Big lessons, 'Little Man'

Published: Friday, January 27, 2006 at 6:01 a.m.
Last Modified: Thursday, January 26, 2006 at 11:11 p.m.


Little Man

THEATER: Hippodrome Cinema

When Nicholas James Baba-Conn made his premature entry into the world in 2002, he was given the slimmest chances of survival. He was 100 days premature and weighed less than a pound. Fitting comfortably in one's hand, Nicholas looked as helpless and fragile as a baby bird.
The documentary by his mother Nicole Conn, "Little Man," is an intensely personal tale of surrogate motherhood, difficult choices and the enormous strain special-needs children put on families. Above all, it's a testament to the will to live and how that spirit can be found in even the smallest of packages.
Seven years into their relationship, Conn and her partner, political activist Gwen Baba, chose to have a second child. Baba was the birth mother of their daughter, Gabrielle, but two years later felt she was too old to carry another, and Conn is unable to bear children. Their search for a surrogate led them to a Bay Area woman who was not entirely forthcoming about her health, which led to unforeseen complications. Early on, Conn and Baba learned the fetus was not developing properly and were faced with the difficult decision of whether to continue the pregnancy.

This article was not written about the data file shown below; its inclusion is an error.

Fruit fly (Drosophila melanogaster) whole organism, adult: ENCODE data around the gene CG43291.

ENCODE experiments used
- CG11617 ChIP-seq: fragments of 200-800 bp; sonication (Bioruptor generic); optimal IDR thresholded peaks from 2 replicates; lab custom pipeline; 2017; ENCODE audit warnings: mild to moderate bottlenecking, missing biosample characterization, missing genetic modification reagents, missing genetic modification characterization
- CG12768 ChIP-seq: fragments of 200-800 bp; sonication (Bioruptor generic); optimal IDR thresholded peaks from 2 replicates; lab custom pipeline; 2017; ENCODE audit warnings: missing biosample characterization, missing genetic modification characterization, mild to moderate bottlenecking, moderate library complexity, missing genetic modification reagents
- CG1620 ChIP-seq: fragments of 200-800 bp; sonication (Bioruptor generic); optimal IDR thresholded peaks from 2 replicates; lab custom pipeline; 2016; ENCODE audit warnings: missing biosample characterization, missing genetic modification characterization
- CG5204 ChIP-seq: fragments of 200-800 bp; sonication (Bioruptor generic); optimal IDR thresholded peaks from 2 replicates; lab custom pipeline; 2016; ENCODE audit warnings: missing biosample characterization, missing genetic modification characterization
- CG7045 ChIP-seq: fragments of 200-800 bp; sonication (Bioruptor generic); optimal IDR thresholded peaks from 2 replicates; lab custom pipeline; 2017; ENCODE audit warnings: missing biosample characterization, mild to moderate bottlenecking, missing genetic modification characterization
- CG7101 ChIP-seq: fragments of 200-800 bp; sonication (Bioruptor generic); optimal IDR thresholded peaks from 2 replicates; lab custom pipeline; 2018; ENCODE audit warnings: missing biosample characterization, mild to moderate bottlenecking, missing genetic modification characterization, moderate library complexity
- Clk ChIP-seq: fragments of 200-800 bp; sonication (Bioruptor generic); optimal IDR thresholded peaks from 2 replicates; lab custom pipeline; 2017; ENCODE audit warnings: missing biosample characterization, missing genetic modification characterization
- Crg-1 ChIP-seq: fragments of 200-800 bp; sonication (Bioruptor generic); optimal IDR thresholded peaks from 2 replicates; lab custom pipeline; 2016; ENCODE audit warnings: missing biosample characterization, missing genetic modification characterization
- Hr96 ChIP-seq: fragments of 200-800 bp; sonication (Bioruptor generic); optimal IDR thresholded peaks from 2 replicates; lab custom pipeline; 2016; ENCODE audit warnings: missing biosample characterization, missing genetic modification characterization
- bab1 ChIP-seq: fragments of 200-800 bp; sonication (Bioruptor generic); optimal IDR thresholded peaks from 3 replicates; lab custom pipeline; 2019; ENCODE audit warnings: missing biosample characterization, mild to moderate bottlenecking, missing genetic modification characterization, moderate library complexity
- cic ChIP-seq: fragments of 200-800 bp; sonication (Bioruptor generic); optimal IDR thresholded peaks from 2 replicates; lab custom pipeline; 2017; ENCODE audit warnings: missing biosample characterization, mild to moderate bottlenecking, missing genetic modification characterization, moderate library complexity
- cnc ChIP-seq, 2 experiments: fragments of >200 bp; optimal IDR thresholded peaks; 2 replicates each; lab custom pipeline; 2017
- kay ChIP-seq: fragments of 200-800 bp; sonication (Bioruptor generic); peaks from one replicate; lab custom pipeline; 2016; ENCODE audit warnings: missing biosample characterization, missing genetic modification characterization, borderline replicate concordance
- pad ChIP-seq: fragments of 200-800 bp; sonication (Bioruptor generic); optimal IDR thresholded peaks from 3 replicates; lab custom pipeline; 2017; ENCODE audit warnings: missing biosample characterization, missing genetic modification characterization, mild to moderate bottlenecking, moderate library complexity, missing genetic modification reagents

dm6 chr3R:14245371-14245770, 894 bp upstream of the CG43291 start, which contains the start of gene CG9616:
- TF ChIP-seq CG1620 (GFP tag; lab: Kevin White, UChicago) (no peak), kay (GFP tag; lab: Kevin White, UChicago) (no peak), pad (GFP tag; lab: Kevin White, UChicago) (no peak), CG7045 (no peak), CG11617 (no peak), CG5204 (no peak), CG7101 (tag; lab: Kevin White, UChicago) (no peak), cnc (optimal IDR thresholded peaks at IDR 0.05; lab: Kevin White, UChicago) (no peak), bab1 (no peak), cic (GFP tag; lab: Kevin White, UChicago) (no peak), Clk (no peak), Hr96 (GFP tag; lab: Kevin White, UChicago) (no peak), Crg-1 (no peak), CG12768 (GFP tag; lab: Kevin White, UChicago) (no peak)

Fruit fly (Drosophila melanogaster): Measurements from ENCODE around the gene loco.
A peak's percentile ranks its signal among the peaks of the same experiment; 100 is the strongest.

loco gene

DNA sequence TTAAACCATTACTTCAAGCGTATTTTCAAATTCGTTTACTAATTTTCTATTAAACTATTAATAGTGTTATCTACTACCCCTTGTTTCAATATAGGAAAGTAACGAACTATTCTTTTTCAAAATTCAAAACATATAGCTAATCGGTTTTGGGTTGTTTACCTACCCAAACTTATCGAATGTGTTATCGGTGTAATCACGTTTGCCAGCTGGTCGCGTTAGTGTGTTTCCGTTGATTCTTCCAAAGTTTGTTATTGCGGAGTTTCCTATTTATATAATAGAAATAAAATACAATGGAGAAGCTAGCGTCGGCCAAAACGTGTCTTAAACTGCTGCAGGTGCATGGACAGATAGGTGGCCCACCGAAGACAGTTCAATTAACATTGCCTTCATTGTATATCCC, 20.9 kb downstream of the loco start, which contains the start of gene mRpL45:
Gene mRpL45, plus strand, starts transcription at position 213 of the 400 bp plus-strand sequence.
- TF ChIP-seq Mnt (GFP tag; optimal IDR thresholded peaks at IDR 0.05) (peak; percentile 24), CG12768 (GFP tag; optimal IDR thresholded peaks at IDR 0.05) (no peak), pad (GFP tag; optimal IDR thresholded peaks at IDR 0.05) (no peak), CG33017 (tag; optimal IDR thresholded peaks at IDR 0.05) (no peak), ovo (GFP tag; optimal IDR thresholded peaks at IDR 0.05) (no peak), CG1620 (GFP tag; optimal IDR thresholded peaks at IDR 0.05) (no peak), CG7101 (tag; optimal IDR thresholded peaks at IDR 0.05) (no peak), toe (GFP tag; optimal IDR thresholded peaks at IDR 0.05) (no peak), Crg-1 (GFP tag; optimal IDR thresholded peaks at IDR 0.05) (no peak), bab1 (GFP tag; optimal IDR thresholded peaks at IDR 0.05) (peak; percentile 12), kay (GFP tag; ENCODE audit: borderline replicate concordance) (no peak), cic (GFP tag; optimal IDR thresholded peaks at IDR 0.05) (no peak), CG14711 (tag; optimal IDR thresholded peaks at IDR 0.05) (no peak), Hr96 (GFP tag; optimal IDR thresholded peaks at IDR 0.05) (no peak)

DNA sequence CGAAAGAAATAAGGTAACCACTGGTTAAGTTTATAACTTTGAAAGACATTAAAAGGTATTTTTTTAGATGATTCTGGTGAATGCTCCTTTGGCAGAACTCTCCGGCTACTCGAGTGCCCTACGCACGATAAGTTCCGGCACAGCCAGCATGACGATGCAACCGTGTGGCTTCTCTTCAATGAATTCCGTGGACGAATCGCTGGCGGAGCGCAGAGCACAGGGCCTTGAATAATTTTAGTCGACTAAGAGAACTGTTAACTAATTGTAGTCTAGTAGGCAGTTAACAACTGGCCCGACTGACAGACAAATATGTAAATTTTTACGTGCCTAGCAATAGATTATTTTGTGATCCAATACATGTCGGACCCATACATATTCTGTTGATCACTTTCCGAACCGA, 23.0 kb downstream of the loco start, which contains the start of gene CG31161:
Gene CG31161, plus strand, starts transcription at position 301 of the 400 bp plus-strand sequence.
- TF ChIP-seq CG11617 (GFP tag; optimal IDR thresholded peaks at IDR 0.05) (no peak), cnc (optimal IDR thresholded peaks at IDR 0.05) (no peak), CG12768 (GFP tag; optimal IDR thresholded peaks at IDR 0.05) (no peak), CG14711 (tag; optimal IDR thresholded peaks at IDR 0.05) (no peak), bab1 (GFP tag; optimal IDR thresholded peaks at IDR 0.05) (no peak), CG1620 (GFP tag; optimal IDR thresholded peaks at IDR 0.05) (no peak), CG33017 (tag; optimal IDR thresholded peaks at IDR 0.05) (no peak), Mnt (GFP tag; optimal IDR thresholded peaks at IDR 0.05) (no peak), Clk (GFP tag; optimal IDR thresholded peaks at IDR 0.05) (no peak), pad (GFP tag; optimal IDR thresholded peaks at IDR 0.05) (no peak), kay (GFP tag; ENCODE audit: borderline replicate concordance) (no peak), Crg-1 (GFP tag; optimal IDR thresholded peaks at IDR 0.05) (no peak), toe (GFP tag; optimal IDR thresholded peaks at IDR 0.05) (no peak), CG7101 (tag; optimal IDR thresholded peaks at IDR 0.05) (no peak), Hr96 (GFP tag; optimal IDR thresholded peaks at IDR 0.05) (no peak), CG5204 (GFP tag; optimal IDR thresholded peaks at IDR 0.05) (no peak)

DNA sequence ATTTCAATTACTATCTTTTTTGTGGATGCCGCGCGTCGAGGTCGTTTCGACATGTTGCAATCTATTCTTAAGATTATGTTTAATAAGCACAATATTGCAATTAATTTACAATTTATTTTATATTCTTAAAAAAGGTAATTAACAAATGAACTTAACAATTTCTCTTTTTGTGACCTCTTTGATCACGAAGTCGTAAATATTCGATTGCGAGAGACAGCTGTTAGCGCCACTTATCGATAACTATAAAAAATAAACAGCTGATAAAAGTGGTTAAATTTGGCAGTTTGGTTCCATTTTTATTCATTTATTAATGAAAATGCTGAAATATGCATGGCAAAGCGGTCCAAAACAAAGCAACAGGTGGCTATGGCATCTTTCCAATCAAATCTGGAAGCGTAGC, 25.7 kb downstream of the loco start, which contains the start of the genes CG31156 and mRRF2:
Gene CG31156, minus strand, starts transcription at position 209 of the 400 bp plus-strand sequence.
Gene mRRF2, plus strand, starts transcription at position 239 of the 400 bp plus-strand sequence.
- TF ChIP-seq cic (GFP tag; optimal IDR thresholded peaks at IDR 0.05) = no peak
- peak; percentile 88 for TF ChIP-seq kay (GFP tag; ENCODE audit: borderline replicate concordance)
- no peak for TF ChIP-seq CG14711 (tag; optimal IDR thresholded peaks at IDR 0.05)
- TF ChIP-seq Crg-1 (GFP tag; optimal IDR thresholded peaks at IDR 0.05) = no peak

The couple, who live in Los Angeles, were not on the same page on the issue. Nicholas' premature arrival further complicated the issue because of the demands of his medical care. For 158 days, he remained in the Neonatal Intensive Care Unit at Cedars-Sinai Medical Center. Conn spent long days prodding doctors and nurses for information, while Baba cared for Gabrielle and kept the household going.  Conn says she did not plan the film. The day before Nicholas was born, she had purchased a digital video camera for a planned documentary on surrogacy and had it with her at the hospital. During the first three months of the baby's difficult life, Conn's brother, Brian Hoven, recorded the struggles. It was only after reluctantly reviewing that footage that Conn realized she was living an incredible story.f-z The film emphasizes Nicholas' fight for survival, but also turns the camera on Conn and Baba's difficulties in holding their relationship together and asks complex questions of the filmmaker and the audience. Conn is incredibly self-aware of her situation and questions whether she is doing the right thing for Nicholas, "When does caring become cruelty?" The film may also affect the idea of what "choice" means to people. Conn alludes to the price society pays for babies such as Nicholas in terms of the scientific advances that allow for the creation of "manufactured disabilities" in children who previously would not have survived and the state subsidies (at least in California) of their medical care. Separate films could be (and perhaps have been) made on these subjects, and it's understandable that "Little Man" cannot address them further. One quibble, however, is that the film does not reveal what happened to Mary, the surrogate mother, after Nicholas was born.f-z "Little Man" is masterfully edited by Conn, Danny Jacobsen and Sean Present as an edge-of-your-seat, heart-in-your-throat suspense story. Yet as immersed as she was as a mother in the daily life-and-death battle, Conn the filmmaker was acutely aware that life itself goes on. The film has a raw and intimate emotional quality. reminiscent of Jonathan Caouette's "Tarnation." It will undoubtedly produce vastly different responses from audience members based on their own experiences and beliefs. Whether they agree with the decisions made, "Little Man" is a powerful and challenging documentary that will affect audiences long after they've passed through the lobby.

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